Spotlight

Spotlight artist Sarah Cunningham

Championed by Elissa Goldstone
The Wick - Sarah Cunningham, Via Lucis (Diptych), 2023. Oil on canvas. Overall: 180 x 270 x 4 cm. Overall: 70 7/8 x 106 1/4 x 1 5/8 in. © Sarah Cunningham, courtesy Lisson Gallery
Above  Sarah Cunningham, Via Lucis (Diptych), 2023. Oil on canvas. Overall: 180 x 270 x 4 cm. Overall: 70 7/8 x 106 1/4 x 1 5/8 in. © Sarah Cunningham, courtesy Lisson Gallery
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The Wick - Sarah Cunningham
Above  Sarah Cunningham
Interview
Sarah Cunningham
28 February 2024
Interview
Sarah Cunningham
28 February 2024
You can easily get lost in the wild gestures of Sarah Cunningham’s paintings, which evoke imaginary forestscapes and kaleidoscopic environments. That was certainly the experience of her champion for The Wick, Elissa Goldstone, when she first encountered her work at her Royal College of Art degree show a few years ago. “I was utterly absorbed by her use of paint and her approach to her canvas,” says the Lisson Gallery director.

The artist builds up layer upon layer of colour until finally her bucolic visions emerge. Her fluid scenes are currently in the Lisson group show, Accordion Fields (until 4 May), alongside those of Varda Caivano, Dexter Dalwood and Pam Evelyn, among others. Together they explore the indeterminate, liminal and multi-dimensional notions of space, influenced by London, the city in which they all studied.
Goldstone says: “Sarah creates a very honest and charged experience in her paintings. They engage in a deeply expressive language that I would describe as ‘the familiar’ – like a universally experienced moment captured in all its vast and wild ways. She really pushes her practice and responds to what transpires in the process, which I love.”

Cunningham’s work evolves from intense observation of her environment. She explains: “I tend to go back to the same motifs and subjects in nature over and over. That repetition allows me to explore these very deeply, from different perspectives. There is always something more to be discovered.”

The artist melds these observations with her own personal experiences in nature, as well as dreams, art history, myths and literature. “I also collect found images and examine light phenomena in my own film photographs,” she says. “I use these references like a repository: things sit there, percolating for months, sometimes years. This is a way of processing my life. People always talk about abstraction and figuration, but actually, it’s a question of, how do you have both in the same place? And what is this sense of place in the work?”

Cunningham spends a lot of time looking at other artists’ paintings, “from Turner’s late watercolours and preliminary sketches from 1840 onwards, to Goya’s Black Paintings, and Bonnard’s intensely coloured canvases. De Kooning and Gorky also paved the way for decades of expressive figurative artists. I love how Suzanne Jackson and Vivian Suter go about taking painting somewhere else. I hold a lot of paintings very close to my heart.”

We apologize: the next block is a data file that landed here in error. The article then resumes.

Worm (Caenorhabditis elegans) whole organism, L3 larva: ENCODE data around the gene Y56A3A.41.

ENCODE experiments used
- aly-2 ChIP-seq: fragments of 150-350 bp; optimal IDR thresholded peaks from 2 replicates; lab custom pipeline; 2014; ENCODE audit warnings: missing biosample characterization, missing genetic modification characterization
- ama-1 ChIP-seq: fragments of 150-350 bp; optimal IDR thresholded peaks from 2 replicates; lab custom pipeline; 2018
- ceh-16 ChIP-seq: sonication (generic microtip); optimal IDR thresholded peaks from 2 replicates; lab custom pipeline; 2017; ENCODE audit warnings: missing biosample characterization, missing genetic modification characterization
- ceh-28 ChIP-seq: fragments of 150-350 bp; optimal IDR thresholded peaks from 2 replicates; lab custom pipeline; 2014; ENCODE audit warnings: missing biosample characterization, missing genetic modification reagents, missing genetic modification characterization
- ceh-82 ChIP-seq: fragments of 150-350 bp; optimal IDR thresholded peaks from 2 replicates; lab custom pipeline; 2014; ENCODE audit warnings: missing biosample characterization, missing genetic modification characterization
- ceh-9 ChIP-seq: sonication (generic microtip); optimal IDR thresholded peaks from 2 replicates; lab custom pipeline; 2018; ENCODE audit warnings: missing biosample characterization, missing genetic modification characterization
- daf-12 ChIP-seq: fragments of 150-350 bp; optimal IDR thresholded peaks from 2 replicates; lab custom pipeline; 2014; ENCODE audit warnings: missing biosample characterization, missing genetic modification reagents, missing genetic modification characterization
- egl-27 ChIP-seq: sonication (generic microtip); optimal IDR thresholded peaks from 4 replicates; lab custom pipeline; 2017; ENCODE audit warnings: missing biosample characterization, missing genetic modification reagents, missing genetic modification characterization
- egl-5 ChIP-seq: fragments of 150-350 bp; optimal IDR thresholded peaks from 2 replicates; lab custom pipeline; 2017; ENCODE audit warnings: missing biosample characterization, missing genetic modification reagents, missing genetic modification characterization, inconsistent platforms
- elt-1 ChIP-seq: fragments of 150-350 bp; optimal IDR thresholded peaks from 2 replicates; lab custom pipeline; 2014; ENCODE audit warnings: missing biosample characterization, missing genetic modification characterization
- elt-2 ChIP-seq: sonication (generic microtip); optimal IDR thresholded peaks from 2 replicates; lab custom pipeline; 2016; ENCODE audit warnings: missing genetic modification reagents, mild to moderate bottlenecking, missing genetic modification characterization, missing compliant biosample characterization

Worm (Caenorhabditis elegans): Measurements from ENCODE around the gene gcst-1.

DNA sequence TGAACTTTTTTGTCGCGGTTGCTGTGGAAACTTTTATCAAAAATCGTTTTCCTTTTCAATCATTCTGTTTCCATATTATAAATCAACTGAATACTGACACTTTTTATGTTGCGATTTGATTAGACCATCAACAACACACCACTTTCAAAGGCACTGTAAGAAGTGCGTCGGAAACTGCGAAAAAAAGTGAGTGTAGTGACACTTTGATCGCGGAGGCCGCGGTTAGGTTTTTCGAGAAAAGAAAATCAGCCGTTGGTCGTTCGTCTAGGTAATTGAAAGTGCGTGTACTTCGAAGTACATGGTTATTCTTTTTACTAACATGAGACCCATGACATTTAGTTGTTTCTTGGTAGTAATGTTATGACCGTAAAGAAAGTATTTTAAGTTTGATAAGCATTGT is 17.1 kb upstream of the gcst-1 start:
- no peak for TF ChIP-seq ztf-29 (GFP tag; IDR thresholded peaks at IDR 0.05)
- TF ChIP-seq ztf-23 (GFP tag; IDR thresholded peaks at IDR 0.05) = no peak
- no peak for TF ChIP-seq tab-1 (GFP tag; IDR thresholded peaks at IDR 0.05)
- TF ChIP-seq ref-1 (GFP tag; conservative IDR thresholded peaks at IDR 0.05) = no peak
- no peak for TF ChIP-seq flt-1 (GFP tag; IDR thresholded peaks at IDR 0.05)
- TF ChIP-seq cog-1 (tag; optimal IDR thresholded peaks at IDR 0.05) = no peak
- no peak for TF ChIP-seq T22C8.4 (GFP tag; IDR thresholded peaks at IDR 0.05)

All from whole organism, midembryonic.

The artist says her greatest achievement so far has been receiving the Ali. H Alkazzi Scholarship award in 2019, which gave her the chance to study for an MA in painting at the Royal College of Art. Since then, success has come quickly, with her work being included in exhibitions in London, Aspen, Berlin, Los Angeles, New York, and Vancouver. Head down to the Lisson Gallery to enjoy her works in all their rich intensity.

About the champion

The Wick - Elisa Goldstone portrait

Elissa Goldstone is a Director at Lisson Gallery, based in London, working with artists and institutions internationally. Prior to moving to the UK, she spent nearly a decade as Curator and Director of Exhibitions at Socrates Sculpture Park and Creative Time, both in New York, where she realised ambitious exhibitions in the public realm and supported access to the arts across the city.

“Sarah creates a very honest and charged experience in her paintings. They engage in a deeply expressive language that I would describe as ‘the familiar’ – like a universally experienced moment captured in all its vast and wild ways. She really pushes her practice and responds to what transpires in the process, which I love.”

Place of Birth

Nottingham, UK

Education

BA in Fine Art, Loughborough University
MA in Painting, Royal College of Art

Awards, Accolades

Ali. H Alkazzi Scholarship in 2019, Djanogly Art Prize, 2019

Upcoming exhibitions

Accordion Fields, a group exhibition at Lisson Gallery, London


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Dates
23 February 2024 — 04 May 2024
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